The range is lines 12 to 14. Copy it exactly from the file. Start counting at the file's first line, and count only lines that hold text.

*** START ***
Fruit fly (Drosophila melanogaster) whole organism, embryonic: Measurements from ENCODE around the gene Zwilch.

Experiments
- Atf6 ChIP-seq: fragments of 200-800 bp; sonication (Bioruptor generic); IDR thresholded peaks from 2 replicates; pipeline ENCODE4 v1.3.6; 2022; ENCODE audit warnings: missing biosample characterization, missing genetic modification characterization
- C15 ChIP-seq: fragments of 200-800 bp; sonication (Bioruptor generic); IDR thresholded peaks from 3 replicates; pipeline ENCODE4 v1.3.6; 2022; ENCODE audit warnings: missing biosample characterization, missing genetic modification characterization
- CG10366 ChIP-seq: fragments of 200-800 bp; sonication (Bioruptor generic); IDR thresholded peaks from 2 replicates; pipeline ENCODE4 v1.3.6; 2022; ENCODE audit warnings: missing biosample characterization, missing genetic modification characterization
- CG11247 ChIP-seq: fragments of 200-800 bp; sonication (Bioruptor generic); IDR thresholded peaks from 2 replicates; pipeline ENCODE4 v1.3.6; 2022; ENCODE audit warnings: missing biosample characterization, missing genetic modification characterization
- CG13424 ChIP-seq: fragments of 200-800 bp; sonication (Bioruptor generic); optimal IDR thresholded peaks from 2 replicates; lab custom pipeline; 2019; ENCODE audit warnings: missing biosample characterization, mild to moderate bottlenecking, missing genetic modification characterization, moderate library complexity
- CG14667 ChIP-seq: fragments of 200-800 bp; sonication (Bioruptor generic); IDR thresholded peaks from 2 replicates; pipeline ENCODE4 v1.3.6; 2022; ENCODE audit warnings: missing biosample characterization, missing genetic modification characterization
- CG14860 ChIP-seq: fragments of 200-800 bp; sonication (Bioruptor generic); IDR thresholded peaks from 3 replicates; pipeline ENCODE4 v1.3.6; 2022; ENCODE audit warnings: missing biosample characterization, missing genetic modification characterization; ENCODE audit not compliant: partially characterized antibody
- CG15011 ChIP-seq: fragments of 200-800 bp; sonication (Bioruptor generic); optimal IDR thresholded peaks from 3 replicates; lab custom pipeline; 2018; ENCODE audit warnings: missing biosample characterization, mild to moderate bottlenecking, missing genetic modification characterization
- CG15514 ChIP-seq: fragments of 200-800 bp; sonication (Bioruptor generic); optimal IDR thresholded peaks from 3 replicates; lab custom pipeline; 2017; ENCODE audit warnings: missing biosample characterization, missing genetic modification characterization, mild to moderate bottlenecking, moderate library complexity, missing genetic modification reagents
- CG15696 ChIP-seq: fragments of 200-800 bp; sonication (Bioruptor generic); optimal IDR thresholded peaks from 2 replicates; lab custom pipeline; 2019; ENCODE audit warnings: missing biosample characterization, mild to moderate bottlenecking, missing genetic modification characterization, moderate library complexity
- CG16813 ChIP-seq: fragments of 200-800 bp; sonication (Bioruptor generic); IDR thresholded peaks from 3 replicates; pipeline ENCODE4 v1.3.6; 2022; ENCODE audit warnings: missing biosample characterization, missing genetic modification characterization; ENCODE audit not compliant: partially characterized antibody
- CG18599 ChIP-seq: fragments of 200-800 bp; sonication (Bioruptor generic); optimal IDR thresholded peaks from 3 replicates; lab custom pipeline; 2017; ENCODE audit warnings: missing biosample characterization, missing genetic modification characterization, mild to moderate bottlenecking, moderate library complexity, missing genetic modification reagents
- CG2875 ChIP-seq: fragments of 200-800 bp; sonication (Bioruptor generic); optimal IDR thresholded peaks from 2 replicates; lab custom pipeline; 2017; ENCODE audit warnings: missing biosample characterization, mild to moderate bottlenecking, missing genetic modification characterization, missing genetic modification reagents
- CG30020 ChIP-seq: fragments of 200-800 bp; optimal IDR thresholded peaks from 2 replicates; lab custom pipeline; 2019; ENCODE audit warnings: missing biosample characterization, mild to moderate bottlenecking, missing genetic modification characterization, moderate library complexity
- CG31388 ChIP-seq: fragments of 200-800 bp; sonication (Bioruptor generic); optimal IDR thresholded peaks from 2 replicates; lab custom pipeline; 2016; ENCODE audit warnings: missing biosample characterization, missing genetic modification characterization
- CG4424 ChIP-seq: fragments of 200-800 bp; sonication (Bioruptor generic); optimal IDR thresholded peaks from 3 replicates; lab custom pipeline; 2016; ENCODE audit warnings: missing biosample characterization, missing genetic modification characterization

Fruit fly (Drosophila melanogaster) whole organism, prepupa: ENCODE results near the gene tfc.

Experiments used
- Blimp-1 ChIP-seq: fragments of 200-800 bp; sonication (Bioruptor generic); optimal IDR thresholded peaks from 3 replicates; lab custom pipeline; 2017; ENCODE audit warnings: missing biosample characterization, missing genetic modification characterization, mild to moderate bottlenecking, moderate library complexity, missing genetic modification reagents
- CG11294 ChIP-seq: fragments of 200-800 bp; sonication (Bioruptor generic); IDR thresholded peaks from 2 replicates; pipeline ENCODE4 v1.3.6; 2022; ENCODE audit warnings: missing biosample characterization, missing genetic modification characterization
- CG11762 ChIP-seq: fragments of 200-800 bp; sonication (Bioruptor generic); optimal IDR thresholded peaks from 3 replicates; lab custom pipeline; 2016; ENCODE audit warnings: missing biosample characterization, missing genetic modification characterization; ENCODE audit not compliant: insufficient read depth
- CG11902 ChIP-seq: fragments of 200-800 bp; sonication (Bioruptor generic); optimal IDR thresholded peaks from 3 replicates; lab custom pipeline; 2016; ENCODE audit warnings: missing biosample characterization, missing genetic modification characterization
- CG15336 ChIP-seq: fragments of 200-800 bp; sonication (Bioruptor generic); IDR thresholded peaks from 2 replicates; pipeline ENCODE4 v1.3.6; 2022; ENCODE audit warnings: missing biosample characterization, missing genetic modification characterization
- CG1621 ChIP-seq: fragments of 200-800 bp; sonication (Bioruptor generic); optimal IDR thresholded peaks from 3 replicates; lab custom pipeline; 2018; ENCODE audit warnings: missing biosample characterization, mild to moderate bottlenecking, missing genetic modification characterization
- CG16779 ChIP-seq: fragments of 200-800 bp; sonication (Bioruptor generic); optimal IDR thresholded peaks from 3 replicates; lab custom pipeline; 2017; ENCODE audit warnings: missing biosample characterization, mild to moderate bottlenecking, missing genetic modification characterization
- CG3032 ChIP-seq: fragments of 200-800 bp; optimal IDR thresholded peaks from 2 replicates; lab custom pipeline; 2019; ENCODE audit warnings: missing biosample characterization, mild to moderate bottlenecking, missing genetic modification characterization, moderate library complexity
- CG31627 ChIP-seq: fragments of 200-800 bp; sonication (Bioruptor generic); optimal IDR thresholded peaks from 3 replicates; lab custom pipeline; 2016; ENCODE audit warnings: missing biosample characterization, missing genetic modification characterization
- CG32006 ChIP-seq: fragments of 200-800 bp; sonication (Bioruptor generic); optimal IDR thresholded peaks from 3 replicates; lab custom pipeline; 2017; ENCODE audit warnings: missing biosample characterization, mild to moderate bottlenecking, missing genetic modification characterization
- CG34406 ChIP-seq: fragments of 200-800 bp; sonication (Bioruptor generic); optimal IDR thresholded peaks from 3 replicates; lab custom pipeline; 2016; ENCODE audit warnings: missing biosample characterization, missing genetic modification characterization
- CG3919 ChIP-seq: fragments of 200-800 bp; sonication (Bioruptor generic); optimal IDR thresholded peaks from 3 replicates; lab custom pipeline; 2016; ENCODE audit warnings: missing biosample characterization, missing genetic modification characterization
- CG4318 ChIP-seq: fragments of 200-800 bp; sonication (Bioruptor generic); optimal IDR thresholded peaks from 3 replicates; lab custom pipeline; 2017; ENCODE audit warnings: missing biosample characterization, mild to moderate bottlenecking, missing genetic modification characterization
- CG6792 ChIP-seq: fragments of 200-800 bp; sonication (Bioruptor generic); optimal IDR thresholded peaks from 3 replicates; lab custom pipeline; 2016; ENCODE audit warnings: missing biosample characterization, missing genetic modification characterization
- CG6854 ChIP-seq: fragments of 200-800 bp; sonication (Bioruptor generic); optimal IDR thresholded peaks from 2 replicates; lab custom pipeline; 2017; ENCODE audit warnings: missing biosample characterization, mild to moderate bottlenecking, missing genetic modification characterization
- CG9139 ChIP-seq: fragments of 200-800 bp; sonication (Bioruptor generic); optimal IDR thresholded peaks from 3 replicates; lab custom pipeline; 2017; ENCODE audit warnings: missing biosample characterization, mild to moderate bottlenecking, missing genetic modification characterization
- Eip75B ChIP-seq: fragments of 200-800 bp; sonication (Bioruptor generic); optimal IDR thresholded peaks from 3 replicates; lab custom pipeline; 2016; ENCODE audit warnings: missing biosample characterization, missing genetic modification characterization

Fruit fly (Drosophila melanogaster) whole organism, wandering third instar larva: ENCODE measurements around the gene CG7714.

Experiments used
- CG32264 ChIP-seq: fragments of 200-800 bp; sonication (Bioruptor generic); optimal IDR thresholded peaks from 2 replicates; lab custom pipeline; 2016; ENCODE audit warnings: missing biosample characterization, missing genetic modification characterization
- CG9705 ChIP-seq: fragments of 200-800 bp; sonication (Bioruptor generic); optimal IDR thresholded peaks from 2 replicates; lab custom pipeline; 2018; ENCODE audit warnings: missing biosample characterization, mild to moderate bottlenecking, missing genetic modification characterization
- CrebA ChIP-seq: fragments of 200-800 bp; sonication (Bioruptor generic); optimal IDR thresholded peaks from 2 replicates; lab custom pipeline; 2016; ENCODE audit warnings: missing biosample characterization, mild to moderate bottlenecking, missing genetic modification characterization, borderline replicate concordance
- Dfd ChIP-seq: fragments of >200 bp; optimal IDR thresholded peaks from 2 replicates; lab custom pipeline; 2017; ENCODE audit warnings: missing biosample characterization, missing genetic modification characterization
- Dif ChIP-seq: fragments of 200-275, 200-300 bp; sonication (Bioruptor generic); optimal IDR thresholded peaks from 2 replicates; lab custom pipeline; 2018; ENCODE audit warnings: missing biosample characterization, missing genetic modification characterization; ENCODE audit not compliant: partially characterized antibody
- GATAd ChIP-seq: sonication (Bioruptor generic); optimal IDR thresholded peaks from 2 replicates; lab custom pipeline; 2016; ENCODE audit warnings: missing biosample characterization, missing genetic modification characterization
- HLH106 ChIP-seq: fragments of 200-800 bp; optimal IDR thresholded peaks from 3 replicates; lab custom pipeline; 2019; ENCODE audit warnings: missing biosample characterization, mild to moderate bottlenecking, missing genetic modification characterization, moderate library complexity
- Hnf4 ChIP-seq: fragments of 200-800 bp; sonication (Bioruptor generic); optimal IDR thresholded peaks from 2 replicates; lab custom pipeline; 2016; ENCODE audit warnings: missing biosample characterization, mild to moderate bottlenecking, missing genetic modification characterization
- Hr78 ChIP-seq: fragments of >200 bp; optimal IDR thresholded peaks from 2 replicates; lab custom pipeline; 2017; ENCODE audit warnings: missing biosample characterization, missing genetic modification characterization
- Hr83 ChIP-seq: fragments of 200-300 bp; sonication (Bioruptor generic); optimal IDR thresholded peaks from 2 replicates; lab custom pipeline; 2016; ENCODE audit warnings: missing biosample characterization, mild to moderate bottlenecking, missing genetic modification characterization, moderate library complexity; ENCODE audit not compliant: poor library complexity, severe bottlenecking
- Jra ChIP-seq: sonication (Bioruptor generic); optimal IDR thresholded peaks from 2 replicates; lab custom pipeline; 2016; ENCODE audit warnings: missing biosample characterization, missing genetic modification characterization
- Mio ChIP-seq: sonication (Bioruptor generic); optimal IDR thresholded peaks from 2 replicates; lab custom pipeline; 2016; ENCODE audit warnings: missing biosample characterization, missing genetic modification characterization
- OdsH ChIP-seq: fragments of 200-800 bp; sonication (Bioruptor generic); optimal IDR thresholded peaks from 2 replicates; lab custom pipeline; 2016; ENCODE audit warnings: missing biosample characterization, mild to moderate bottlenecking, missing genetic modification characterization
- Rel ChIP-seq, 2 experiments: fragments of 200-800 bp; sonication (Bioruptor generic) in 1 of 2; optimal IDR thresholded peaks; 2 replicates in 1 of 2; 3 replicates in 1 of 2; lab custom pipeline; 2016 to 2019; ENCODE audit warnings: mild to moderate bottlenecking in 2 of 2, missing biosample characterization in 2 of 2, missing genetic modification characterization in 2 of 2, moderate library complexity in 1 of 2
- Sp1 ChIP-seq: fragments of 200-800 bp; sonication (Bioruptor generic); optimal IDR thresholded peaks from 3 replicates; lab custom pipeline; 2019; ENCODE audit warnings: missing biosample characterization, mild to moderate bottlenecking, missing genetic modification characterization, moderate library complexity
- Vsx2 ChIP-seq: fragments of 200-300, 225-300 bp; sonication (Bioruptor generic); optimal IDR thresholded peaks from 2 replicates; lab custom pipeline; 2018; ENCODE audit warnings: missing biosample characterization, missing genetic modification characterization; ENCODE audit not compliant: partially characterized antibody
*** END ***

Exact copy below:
- CG15696 ChIP-seq: fragments of 200-800 bp; sonication (Bioruptor generic); optimal IDR thresholded peaks from 2 replicates; lab custom pipeline; 2019; ENCODE audit warnings: missing biosample characterization, mild to moderate bottlenecking, missing genetic modification characterization, moderate library complexity
- CG16813 ChIP-seq: fragments of 200-800 bp; sonication (Bioruptor generic); IDR thresholded peaks from 3 replicates; pipeline ENCODE4 v1.3.6; 2022; ENCODE audit warnings: missing biosample characterization, missing genetic modification characterization; ENCODE audit not compliant: partially characterized antibody
- CG18599 ChIP-seq: fragments of 200-800 bp; sonication (Bioruptor generic); optimal IDR thresholded peaks from 3 replicates; lab custom pipeline; 2017; ENCODE audit warnings: missing biosample characterization, missing genetic modification characterization, mild to moderate bottlenecking, moderate library complexity, missing genetic modification reagents